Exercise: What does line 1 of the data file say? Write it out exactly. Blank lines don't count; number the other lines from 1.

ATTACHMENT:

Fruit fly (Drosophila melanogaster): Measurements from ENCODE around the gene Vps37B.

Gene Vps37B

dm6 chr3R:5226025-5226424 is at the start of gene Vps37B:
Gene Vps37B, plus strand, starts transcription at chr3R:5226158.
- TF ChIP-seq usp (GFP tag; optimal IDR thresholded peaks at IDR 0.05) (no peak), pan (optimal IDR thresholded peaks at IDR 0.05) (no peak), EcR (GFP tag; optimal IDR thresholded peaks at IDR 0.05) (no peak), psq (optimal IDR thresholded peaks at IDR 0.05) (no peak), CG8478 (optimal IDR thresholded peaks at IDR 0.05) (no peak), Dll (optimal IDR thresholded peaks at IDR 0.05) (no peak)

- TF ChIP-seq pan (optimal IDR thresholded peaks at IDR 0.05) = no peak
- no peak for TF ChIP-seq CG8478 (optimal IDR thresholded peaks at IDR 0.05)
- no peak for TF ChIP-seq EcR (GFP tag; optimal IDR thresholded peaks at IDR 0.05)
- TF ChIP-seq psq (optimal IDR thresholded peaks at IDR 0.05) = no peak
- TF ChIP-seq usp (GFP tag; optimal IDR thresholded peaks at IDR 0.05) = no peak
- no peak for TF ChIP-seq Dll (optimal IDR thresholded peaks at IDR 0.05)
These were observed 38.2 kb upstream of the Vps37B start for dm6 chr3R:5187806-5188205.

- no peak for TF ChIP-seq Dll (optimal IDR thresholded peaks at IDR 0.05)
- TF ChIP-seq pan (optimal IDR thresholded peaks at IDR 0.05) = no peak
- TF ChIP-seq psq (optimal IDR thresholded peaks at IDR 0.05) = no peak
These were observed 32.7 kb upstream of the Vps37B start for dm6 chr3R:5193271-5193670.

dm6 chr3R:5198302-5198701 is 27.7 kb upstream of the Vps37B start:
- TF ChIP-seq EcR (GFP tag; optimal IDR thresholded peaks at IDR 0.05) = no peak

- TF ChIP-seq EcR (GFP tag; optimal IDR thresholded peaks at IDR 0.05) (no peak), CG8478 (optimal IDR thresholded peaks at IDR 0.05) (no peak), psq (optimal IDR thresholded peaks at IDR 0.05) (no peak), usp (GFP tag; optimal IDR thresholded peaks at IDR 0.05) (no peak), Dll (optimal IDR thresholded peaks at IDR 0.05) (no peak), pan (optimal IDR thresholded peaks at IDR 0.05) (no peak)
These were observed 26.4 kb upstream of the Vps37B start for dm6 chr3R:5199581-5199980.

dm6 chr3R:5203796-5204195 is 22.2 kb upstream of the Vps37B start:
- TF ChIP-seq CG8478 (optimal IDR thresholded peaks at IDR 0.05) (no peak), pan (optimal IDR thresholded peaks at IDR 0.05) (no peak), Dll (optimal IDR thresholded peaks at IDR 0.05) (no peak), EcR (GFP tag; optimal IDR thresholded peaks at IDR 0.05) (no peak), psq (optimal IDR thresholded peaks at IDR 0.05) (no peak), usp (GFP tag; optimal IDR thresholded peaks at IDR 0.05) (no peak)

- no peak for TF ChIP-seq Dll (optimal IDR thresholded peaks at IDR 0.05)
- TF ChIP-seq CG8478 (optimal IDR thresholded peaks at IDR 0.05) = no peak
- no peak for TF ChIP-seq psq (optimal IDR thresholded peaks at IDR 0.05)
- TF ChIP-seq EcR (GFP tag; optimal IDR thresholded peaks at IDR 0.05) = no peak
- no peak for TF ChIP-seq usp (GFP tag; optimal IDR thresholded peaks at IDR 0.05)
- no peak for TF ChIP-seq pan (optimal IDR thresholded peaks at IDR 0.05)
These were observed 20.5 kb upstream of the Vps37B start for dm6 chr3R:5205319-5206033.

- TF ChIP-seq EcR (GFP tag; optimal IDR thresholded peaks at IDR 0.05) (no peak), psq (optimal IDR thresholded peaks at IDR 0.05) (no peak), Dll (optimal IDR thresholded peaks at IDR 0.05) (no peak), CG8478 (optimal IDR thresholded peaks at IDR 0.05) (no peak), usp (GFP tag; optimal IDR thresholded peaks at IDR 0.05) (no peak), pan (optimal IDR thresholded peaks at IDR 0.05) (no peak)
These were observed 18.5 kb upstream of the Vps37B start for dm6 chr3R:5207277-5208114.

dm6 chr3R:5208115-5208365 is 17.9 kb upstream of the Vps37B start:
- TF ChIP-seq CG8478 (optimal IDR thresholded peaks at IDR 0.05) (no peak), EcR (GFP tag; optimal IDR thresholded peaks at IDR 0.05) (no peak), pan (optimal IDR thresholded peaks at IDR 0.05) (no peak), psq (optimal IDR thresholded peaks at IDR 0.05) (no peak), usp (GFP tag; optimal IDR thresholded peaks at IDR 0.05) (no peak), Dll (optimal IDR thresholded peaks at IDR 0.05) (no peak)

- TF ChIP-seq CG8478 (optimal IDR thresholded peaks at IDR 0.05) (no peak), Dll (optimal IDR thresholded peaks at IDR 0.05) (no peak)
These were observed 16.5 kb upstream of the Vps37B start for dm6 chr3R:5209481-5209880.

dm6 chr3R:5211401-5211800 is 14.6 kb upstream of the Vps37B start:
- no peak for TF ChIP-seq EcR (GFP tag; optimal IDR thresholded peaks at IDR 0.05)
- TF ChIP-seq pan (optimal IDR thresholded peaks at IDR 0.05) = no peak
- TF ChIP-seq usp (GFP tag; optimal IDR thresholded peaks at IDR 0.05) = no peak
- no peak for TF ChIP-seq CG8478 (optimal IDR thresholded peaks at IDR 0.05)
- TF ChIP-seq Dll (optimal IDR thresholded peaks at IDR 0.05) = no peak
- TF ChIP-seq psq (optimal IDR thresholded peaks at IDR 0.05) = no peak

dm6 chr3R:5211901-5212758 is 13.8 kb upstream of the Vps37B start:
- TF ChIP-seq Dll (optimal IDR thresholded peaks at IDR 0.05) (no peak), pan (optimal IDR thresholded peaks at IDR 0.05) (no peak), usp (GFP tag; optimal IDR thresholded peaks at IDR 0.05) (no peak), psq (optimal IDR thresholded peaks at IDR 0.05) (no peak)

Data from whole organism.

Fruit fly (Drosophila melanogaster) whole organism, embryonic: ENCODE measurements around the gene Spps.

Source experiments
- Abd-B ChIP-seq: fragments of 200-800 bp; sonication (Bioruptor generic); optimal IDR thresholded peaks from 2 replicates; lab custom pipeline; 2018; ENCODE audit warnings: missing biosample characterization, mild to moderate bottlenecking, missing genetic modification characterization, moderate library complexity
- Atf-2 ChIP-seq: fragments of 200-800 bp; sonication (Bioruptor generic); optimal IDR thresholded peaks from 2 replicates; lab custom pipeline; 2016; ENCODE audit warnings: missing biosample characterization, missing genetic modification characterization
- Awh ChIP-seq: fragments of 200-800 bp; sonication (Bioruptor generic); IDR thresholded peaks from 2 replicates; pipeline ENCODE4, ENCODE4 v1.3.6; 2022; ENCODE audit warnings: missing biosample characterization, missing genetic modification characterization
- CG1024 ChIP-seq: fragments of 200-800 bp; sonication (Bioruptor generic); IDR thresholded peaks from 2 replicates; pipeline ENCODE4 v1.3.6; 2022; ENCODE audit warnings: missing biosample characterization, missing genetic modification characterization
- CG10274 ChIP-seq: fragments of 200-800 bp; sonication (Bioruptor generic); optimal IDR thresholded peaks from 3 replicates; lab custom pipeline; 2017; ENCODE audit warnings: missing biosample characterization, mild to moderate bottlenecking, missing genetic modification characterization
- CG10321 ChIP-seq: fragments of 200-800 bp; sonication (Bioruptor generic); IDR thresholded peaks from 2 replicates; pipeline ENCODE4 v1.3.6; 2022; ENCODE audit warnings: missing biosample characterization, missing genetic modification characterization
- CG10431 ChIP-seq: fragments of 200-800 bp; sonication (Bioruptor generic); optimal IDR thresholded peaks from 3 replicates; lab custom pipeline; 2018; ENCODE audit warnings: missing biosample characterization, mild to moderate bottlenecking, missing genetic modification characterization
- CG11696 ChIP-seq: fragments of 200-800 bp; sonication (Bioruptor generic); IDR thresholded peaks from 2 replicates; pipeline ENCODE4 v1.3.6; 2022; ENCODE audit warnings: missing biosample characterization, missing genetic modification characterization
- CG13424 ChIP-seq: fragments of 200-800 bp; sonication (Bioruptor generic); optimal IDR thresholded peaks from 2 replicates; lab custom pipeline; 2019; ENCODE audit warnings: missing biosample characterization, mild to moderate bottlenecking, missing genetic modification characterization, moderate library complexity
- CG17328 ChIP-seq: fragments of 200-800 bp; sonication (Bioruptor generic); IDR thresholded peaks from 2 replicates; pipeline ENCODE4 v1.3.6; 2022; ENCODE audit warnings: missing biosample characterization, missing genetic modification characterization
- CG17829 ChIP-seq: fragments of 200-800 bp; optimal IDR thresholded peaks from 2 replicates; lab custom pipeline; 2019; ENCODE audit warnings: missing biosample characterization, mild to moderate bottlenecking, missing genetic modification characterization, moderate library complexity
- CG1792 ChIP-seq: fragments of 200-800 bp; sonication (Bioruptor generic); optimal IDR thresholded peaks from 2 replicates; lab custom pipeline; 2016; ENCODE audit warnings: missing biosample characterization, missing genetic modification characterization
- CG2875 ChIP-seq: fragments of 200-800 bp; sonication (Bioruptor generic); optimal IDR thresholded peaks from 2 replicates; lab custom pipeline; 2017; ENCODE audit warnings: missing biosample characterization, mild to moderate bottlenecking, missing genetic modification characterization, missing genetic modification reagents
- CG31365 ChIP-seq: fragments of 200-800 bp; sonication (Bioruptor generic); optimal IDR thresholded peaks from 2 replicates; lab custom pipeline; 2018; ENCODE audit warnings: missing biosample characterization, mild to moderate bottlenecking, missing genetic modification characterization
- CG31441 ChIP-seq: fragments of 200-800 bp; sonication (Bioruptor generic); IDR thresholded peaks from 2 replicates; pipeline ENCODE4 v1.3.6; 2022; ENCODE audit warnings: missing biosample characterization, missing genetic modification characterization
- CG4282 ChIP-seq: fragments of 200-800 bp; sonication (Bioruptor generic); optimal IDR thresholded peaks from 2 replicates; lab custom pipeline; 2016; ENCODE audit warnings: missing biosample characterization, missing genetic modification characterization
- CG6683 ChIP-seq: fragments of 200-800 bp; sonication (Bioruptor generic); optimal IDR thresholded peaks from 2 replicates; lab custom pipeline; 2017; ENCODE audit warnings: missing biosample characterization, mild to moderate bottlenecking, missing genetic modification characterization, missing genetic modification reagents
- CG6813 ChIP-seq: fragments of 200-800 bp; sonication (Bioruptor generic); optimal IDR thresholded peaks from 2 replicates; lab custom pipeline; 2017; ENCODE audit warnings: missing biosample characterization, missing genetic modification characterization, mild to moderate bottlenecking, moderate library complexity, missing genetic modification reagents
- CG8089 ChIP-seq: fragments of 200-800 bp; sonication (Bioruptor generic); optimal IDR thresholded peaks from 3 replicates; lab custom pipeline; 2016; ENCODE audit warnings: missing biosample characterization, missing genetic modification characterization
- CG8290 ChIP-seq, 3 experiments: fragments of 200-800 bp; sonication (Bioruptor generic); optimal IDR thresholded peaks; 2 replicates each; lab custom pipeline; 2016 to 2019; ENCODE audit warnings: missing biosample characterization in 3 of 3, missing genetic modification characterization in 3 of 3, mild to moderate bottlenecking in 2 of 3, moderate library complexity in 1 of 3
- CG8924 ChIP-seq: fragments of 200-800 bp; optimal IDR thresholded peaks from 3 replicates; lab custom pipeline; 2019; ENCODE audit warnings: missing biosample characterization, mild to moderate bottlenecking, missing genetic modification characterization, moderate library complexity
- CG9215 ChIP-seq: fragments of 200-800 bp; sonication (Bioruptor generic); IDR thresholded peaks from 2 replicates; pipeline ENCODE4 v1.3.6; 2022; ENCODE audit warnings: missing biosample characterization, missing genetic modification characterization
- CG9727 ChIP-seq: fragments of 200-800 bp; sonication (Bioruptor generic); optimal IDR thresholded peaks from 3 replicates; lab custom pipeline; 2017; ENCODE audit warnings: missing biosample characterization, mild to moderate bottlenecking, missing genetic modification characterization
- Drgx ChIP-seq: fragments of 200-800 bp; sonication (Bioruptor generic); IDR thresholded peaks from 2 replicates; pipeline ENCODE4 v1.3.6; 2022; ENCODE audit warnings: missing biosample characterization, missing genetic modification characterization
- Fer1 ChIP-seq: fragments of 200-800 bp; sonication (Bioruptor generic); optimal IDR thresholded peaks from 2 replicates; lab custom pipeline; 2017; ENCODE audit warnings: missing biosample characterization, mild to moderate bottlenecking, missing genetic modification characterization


Fruit fly (Drosophila melanogaster): Measurements from ENCODE around the gene Vps37B.